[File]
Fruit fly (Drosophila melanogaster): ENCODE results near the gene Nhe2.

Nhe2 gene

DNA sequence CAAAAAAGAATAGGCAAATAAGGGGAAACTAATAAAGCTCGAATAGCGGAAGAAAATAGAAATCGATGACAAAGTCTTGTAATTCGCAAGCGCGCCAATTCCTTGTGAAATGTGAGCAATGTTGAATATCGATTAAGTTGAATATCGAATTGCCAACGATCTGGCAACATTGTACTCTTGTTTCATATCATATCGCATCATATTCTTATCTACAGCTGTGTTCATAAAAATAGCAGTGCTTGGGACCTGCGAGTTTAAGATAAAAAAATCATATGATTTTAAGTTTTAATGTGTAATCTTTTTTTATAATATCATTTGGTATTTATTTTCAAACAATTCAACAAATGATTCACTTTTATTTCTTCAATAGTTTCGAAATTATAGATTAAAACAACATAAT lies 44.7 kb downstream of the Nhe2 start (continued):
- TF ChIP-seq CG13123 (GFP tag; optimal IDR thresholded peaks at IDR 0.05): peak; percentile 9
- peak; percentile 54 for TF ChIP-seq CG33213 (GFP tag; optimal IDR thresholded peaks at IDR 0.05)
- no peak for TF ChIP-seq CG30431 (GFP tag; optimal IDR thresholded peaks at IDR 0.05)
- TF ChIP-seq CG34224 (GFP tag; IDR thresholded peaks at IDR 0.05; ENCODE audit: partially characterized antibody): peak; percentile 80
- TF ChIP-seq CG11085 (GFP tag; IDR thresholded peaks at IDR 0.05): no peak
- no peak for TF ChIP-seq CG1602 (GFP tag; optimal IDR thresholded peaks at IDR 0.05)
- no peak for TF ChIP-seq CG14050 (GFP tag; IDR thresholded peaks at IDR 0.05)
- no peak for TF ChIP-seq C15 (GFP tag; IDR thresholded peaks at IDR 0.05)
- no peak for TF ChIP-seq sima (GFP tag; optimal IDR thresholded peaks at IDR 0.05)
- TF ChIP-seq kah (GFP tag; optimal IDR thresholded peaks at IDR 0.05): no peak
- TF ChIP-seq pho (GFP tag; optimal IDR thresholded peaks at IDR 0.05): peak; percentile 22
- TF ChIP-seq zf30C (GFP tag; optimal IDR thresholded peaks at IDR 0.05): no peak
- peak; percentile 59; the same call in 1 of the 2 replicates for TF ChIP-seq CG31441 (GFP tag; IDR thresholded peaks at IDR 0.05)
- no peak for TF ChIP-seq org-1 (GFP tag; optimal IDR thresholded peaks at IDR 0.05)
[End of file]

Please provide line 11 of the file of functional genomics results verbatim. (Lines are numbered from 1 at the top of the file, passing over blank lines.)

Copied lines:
- no peak for TF ChIP-seq C15 (GFP tag; IDR thresholded peaks at IDR 0.05)